This doesn't require admin assistance because there's no real content to move or existing things blocking the changes. Just change the spelling in the [[Category:…]] tags on the articles themselves and they will get put into the other-spelling cat. When you're done, tag the old one for deletion (WP:CSD about empty cat or obvious-mis-spelling). DMacks (talk) 17:24, 18 November 2008 (UTC)

To add to this, you can instead list it at WP:CFD where the category can be renamed (categories can't be moved like normal pages can). Parsecboy (talk) 19:13, 18 November 2008 (UTC)

Proposed deletion of The Act of Marriage[edit]

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A proposed deletion template has been added to the article The Act of Marriage, suggesting that it be deleted according to the proposed deletion process because of the following concern:

This is merely a book summary; see WP:NOT#PLOT. No secondary sources given.

All contributions are appreciated, but this article may not satisfy Wikipedia's criteria for inclusion, and the deletion notice should explain why (see also "What Wikipedia is not" and Wikipedia's deletion policy). You may prevent the proposed deletion by removing the {{dated prod}} notice, but please explain why you disagree with the proposed deletion in your edit summary or on its talk page.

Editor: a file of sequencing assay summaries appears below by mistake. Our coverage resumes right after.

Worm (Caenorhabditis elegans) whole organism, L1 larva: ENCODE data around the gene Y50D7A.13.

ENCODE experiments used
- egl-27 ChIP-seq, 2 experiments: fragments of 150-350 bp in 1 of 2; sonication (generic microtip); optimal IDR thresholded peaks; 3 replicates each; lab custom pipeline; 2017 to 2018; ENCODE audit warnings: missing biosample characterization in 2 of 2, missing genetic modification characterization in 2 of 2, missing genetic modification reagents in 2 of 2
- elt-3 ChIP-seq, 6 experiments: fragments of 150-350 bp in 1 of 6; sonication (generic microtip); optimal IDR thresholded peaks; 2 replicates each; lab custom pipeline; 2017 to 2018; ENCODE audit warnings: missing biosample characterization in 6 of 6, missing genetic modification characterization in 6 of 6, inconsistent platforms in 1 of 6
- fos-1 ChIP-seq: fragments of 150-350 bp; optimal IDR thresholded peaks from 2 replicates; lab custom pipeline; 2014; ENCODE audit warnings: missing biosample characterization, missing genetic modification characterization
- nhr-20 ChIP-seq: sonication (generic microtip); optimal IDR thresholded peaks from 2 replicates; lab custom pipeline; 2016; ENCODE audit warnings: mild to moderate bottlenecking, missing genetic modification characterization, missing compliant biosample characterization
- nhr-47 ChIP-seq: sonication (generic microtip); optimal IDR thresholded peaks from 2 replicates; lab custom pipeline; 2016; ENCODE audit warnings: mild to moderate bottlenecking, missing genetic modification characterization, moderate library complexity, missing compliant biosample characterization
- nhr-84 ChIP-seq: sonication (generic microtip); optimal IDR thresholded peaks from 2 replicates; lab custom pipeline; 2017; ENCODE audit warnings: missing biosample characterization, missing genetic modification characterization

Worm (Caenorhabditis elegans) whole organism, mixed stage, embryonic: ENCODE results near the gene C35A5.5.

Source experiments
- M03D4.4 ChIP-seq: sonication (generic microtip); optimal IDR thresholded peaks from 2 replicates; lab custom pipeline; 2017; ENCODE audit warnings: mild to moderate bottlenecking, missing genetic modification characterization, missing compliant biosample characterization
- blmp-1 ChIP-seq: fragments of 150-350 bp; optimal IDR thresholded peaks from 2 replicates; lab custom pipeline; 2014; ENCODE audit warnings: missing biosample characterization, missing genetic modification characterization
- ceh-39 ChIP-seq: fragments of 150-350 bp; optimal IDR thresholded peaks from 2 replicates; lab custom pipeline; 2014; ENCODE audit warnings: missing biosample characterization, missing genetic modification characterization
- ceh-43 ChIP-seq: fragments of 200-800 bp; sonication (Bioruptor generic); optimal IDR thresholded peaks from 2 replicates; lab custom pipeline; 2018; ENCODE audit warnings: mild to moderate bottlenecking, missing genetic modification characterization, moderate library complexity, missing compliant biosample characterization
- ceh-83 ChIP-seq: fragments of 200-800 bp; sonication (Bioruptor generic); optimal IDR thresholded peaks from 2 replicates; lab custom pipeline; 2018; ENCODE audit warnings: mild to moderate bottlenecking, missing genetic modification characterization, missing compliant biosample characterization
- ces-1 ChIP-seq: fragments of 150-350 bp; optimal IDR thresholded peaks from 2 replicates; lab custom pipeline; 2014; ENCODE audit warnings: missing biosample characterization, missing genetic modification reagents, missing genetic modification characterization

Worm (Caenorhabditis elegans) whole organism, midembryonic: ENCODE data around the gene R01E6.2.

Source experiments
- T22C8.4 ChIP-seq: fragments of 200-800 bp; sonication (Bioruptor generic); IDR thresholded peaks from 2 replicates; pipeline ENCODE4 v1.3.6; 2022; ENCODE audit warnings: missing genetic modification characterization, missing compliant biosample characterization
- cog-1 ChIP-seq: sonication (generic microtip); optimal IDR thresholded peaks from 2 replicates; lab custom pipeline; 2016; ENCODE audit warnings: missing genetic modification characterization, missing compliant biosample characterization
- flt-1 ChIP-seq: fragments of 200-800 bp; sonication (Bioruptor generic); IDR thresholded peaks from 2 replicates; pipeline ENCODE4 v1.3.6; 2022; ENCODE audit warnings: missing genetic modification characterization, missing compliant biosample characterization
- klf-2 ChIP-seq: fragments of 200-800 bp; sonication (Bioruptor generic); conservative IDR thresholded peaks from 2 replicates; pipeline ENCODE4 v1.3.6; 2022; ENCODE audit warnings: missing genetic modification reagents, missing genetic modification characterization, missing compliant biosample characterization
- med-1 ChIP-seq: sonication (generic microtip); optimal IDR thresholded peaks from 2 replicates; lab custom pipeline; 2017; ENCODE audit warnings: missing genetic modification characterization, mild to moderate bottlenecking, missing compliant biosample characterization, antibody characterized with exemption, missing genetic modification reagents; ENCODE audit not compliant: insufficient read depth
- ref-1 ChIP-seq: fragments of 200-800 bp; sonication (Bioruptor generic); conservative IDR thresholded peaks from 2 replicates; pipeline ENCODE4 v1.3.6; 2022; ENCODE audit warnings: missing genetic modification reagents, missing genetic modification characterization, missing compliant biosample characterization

Please consider improving the article to address the issues raised because, even though removing the deletion notice will prevent deletion through the proposed deletion process, the article may still be deleted if it matches any of the speedy deletion criteria or it can be sent to Articles for Deletion, where it may be deleted if consensus to delete is reached. B. Wolterding (talk) 10:27, 28 November 2008 (UTC)

Great work[edit]

Great work on the articles you have been creating. I've already requested that you should have autopatrolled rights here. I recommend you get reviewer rights here; it's almost automatically given to users over 100 rights. MC10 (TCGBL) 19:48, 5 August 2010 (UTC)

Taxoboxen work[edit]